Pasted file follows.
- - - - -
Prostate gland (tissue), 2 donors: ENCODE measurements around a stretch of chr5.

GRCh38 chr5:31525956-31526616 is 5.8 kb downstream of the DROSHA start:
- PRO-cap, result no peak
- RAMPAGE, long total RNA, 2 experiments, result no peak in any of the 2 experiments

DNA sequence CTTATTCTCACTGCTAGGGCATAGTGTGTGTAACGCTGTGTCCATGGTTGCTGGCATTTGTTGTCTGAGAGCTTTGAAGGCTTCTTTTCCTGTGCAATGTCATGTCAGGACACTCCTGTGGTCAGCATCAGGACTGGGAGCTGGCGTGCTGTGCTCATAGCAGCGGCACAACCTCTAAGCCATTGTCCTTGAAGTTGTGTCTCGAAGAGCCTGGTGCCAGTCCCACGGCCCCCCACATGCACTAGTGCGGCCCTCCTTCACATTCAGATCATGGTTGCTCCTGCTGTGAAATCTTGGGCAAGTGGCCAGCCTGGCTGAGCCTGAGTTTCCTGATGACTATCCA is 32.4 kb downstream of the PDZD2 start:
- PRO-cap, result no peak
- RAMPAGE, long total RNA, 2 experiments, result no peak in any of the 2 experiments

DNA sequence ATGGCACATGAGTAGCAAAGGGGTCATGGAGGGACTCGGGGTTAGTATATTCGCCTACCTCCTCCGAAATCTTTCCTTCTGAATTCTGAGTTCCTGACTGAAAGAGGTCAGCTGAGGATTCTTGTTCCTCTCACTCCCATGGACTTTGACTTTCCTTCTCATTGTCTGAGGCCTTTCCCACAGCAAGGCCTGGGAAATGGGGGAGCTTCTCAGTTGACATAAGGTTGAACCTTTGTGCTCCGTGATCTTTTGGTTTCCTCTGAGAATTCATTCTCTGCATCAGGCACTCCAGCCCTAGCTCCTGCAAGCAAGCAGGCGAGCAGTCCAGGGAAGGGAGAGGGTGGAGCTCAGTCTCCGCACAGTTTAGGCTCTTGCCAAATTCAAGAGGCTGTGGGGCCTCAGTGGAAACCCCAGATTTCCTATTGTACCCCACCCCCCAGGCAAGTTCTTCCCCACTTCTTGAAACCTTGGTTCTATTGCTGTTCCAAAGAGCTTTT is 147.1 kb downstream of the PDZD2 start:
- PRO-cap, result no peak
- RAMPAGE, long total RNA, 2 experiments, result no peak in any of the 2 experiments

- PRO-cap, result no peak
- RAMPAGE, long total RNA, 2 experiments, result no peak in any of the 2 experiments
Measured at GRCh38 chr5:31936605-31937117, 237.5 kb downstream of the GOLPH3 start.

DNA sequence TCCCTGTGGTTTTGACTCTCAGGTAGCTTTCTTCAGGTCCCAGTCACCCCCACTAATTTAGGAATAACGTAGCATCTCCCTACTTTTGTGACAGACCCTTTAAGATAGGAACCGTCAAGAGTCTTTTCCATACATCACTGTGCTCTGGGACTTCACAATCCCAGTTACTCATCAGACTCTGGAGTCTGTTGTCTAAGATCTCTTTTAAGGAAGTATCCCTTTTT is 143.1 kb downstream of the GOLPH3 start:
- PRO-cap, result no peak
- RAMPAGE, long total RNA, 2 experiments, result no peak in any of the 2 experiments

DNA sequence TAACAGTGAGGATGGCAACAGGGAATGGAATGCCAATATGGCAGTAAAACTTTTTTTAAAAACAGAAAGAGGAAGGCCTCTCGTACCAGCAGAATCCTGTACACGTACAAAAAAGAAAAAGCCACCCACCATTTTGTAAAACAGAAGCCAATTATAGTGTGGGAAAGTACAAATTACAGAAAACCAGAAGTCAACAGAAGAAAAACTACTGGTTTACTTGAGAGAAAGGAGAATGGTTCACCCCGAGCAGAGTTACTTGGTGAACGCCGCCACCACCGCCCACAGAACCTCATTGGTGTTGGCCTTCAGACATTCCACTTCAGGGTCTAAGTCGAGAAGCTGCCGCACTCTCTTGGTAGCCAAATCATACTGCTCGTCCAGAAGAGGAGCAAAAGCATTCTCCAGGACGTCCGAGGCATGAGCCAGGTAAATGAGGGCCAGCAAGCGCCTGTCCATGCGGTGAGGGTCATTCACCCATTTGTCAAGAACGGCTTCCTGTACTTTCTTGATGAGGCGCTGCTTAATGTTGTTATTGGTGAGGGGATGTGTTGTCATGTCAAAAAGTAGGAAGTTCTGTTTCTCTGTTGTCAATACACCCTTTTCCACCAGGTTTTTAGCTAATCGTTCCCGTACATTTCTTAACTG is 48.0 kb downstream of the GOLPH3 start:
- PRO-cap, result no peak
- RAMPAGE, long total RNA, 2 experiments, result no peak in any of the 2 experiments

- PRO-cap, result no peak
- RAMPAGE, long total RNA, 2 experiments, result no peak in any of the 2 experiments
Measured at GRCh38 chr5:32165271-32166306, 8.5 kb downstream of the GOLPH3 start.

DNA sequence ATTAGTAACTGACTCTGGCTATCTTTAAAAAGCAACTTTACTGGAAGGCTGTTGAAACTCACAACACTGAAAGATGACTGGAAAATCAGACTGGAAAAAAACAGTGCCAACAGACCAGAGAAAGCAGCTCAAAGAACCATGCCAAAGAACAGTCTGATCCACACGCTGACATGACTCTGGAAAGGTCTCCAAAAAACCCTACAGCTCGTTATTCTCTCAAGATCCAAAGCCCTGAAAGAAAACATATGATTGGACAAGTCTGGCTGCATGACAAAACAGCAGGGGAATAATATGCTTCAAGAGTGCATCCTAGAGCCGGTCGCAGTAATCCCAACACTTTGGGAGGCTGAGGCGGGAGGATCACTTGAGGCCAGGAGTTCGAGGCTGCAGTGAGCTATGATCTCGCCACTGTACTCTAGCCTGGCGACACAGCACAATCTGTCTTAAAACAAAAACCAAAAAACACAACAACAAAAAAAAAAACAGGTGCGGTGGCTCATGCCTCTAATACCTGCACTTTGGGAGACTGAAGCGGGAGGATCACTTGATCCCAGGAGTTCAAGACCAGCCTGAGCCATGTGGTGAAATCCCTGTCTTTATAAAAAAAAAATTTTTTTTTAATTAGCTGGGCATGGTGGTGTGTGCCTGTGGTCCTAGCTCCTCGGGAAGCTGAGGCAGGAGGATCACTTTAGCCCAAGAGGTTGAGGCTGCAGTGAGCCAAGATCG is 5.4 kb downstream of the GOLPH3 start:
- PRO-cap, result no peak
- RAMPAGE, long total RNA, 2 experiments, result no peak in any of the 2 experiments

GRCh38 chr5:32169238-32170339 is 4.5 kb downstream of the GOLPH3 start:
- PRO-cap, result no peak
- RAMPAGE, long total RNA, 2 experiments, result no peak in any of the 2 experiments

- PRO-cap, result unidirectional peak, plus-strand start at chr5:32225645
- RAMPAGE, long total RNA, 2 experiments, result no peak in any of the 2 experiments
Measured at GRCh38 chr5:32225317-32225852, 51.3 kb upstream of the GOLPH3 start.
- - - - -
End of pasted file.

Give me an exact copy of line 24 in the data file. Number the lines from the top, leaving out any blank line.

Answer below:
- PRO-cap, result no peak